Legislators to vote on telecommunications bill amendment
CONCORD — Legislation to ensure that telephone service in the state is fully deregulated except for the most basic customers is headed for a vote by the full Legislature, after advocates for low-income and elderly residents failed to win support for measures they say would have protected consumer interests.
Lawmakers thought they had settled the issue last year with the passage of SB 48, a law to deregulate telecommunications in New Hampshire. But a Public Utilities Commission order issued on May 28 put the matter back into play.
The PUC interpreted SB 48 as meaning that basic telephone service provided by Comcast and FairPoint was still subject to regulation, including rate setting, shut-off procedures and service complaints.
“If the Legislature had intended to exempt Comcast from status as a telephone public utility, it would have done so directly,” the PUC order states.
Sen. Bob Odell, R-Lempster, primary sponsor of SB 48 in 2012, says that’s exactly what the Legislature intended.
Under his leadership, the Senate approved an amendment to an unrelated House bill on renewable energy standards to make sure the PUC gets the message once and for all.
The House-Senate Conference Committee reviewed the amendment on Wednesday and made no changes. It is now likely to be approved by the full House and Senate.
The amendment clarifies that Comcast phone service is not subject to regulation, and that the only FairPoint service subject to regulation is narrowly defined “basic service.”
Attorneys for New Hampshire Legal Assistance conceded on Comcast’s status, but tried to get lawmakers to agree to a broader definition of basic service to embrace a larger number of FairPoint customers, since FairPoint remains the provider of last resort.
Those negotiations got nowhere, however, and the narrow definition of basic service remained intact.
“The proposed amendment would cause any person receiving any service or feature beyond basic phone service to lose their ability to get help from the PUC for basic phone service complaints,” said Dan Feltes, an attorney with NHLA in Concord who represented low-income telephone customers before the PUC and in the Legislature.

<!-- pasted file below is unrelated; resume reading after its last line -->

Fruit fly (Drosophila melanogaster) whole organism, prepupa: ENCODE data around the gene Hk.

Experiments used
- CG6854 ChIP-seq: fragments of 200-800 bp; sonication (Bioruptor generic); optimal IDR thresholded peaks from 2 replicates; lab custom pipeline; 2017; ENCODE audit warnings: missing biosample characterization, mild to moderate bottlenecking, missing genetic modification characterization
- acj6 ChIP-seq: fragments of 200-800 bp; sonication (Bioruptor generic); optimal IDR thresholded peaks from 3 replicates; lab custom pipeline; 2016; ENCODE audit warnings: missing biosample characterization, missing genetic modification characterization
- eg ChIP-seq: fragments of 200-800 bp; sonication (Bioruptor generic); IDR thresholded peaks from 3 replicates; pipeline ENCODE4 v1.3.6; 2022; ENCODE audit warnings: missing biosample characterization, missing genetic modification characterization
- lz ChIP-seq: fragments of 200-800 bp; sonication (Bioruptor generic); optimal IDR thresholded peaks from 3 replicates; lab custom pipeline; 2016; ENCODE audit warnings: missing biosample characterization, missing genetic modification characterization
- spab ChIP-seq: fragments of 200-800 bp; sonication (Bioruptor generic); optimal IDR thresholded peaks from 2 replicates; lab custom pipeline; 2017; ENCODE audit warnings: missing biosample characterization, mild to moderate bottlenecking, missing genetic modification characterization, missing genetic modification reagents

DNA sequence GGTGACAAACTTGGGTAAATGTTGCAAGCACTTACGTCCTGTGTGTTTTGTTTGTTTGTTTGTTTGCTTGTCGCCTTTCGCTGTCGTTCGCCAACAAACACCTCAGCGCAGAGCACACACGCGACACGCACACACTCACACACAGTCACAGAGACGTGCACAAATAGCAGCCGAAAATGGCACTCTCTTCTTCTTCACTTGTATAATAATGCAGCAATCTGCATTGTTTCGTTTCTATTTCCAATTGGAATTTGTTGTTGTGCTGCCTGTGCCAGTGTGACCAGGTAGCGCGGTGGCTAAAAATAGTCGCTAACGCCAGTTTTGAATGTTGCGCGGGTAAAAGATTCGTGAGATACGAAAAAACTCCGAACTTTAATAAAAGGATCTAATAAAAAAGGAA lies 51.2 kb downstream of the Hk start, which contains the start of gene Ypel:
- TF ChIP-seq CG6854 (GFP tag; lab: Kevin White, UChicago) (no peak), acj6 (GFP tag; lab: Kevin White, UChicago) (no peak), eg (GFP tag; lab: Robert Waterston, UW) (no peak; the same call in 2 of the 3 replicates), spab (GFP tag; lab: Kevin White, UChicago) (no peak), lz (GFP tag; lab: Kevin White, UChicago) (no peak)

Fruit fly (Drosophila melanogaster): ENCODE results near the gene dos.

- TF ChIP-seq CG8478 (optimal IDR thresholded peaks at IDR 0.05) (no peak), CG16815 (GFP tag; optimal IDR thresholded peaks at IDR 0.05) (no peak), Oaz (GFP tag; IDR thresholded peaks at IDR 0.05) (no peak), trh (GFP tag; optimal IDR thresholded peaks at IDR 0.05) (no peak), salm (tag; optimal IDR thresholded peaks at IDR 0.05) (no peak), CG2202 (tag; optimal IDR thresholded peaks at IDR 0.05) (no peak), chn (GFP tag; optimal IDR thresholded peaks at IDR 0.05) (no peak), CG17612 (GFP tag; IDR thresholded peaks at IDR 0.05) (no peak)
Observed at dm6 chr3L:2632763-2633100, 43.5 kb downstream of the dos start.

Feltes cited FairPoint statistics in observing that only 5,000 of the company’s 150,000 residential customers qualify as “basic service” customers under the language in Odell’s amendment.
That point was brought home to Bill Whalen of Sanbornton recently, who thought he was a basic service customer until he called FairPoint to complain about a rate hike.
“I am being told that because I have the ability to complete a long distance call through AT&T, that I have something more than basic service so the rate cap does not apply to me,” he said. “Talk about some legislators being FairPoint lackeys.”
The state has 108 competitive local exchange carriers and approximately 213 competitive long-distance providers, not counting cable companies, wireless or cellular services, out-of-state long distance carriers or Internet phone service providers.
Proponents of deregulation say consumers have plenty of choices if they are unhappy with their current provider, and that companies like FairPoint and Comcast, which had been regulated to one degree or another, should be able to compete on equal footing.
“FairPoint operates in a highly competitive environment, and customers have many choices for their communications needs,” said company spokesman Jeffrey Nevins. “This competition is itself a strong incentive for any service provider to expedite the resolution of complaints. An unhappy customer can simply move to another carrier, and we want to make sure they stay with FairPoint.”